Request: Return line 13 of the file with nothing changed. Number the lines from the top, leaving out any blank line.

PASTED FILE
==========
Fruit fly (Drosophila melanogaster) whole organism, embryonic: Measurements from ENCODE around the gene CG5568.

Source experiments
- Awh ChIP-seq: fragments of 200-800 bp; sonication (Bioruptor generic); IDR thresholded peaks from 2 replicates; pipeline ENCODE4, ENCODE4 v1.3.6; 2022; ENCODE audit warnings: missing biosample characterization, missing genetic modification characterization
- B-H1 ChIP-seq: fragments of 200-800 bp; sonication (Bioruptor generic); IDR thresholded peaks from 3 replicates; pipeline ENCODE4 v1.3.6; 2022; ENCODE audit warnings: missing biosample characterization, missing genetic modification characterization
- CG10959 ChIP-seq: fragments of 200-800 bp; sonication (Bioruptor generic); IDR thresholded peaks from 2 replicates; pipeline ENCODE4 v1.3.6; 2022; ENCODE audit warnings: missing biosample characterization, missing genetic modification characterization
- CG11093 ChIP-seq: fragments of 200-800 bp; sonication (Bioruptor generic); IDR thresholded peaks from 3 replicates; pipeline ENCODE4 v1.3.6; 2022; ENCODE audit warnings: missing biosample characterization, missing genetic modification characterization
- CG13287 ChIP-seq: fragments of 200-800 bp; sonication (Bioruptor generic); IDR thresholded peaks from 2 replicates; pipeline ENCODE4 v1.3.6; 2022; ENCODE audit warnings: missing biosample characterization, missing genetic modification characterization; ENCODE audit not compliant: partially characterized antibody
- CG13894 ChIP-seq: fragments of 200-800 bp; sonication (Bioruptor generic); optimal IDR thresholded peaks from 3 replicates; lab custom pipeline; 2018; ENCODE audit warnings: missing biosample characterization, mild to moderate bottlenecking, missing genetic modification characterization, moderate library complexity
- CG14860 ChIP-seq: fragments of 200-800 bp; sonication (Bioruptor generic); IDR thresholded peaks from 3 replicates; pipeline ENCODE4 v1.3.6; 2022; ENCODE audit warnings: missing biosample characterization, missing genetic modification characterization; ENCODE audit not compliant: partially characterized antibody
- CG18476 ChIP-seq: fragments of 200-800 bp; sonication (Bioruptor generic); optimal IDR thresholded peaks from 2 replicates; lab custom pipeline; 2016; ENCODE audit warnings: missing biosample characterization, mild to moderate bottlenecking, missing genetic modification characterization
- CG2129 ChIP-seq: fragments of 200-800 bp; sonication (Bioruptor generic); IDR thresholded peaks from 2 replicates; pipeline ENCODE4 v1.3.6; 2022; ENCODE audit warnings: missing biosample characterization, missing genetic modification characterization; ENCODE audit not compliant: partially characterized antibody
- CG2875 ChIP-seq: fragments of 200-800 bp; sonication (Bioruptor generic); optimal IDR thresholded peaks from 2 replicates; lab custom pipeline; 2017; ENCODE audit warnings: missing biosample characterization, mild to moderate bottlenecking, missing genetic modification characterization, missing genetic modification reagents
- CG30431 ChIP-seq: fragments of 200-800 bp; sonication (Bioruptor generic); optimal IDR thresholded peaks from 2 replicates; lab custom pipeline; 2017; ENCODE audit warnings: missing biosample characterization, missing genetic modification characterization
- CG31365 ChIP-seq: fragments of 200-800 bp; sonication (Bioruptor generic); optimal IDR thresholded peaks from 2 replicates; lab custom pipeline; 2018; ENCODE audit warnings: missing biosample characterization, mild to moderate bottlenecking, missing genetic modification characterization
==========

- CG30431 ChIP-seq: fragments of 200-800 bp; sonication (Bioruptor generic); optimal IDR thresholded peaks from 2 replicates; lab custom pipeline; 2017; ENCODE audit warnings: missing biosample characterization, missing genetic modification characterization